I met Francis Powell through reading one of his rather quirky, and some might say disturbing, short stories. I don’t mind disturbing, and I liked the dark, witty humour in his story. I was intrigued. Is it true that writers can be known through the things they choose to write about? We sometimes make assumptions based on very little evidence. I decided to interview Francis and find out first hand more about him. Did I succeed? Read on…
L: Francis – let’s start at the very beginning. Where were you born, and where did you live as a child? Did you have an easy childhood?
F: I was born in a “dormitory town” called Reading, not famous for much, apart from a huge Rock festival, and for the fact that Oscar Wilde was sent to prison there and wrote ‘The Ballad of Reading Gaol’. My family then moved to a farm in the country, in Sussex, not too far from London. I was sent, aged eight, to a boarding school, so I would spend long periods away from my family. Imagine having regular prison sentences imposed upon you as a child. At some of the schools I attended there were psychotic teachers and cruel nasty children. I used to count the days when I could be reunited with my family. I became a recluse in the art room and painting was my salvation. I had a teacher who encouraged me to paint and introduced me to various artists, including Kandinsky. I went from austere harsh boarding schools to Art College, a very different environment.
L: Give me some insight into the man behind the writer, Francis. Are you generally an optimist or a pessimist?
F: Like most people I am a complicated mixture of idiosyncrasies. I can be intense, but at the same time very laid back. I have a steely determination that comes from my mother. I feel maybe I am an outsider trying to fit in and yet I am very anti-establishment. I want to be respected, my work to be liked or even admired, but I don’t receive praise well and feel uncomfortable with it. Some people might say I should see a psychiatrist, but at the same time, I can be very inwardly-calm and rational.
L: So when exactly did you begin writing? And how does your recent work compare with what you first wrote?
F: moved to a remote village in Austria. It was not far from Vienna, but a very oppressive and strange environment. I thought I should try writing a book. I launched into it…nothing came of it. I do many creative activities, painting as well as writing music. Writing lay dormant, put to one side. Then later, living in Paris at this point in time, via an advert I made contact with a man called Alan Clark, who had a literary magazine called ‘Rat Mort’ (dead rat). I submitted four short stories for this magazine, encouraged by Alan, I began to write more and more short stories, and developed a style…I guess if I compare these stories to earlier efforts at writing…there has been a huge development…I am sure my early attempts were imaginative but raw.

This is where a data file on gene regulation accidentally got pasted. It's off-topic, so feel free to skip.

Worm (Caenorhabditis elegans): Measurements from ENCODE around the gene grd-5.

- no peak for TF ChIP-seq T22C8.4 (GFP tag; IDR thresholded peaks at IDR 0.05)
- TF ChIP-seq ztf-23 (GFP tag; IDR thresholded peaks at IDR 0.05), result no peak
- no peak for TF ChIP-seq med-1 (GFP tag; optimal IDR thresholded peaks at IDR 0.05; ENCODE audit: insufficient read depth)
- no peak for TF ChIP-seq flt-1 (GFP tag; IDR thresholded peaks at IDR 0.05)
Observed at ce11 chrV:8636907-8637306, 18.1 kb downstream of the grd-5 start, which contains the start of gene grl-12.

L: What about now – what are your current projects?
F: I am currently feverishly promoting my book Flight of Destiny, which was published in April.
L: What genre do you consider your stories to belong to? Have you ever thought of writing in another genre?
F: I write dark surreal short stories. I have tried children stories, but even these tended to be a bit on the dark side.
L: Have you ever been flattered by a comparison to a well-known author
F: I have been told my work is a bit like that of Edgar Alan Poe. It was a pleasant surprise to be compared in such a way.
L: Do you have a trademark writing style – something that makes your work recognizable?
F: My stories are very descriptive and visual. I would say they are very British in character. I would like to think they are dark, but also have an element of wit…maybe a British dark sense of humour. They are often anti-establishment. There are often reversals, characters people might expect to be bad (like the gangster Gecko in Bugeyes) who come across as being wise and good, and the types people might expect to appear good (for example there are a few preachers in my stories) who come across as the opposite, bad and inhumane. I would like to think I use rich language with sharp powerful sentences. The starts to my stories are also critical, for example my story Bugeyes begins with: Bugeyes was due a life of toil. Seed begins with: Captain Spender’s wife was ovulating. Cast from Hell begins with: There it was: I was to be banished from hell. It is important I start my stories powerfully, but also end them strongly.
L: Do you only write short stories?
F: I am a fully committed short story writer. One day I would like a novel published, but at the moment I just love the format of short stories.
L: What inspired you to put this collection together as your first book?
F: My book grew from building up a body of short stories, similar to my contributions in Rat Mort (the small literary magazine I mentioned). I also had short stories in a magazine called ‘Freakwave’ as well having short stories published on the internet. I was lucky enough to find a publisher who was prepared to put a whole lot of them together.
L: How do you come up with your titles?
F: A lot of my stories revolve around, fate, misfortune. ‘Flight of Destiny’ seemed to encompass a strong notion of this running through the book.
L: Are there any messages in your stories, and if so what are they?
F: There are quite a few. Principally: fight back; don’t let those who oppress you succeed. Fight off those chains and shackles.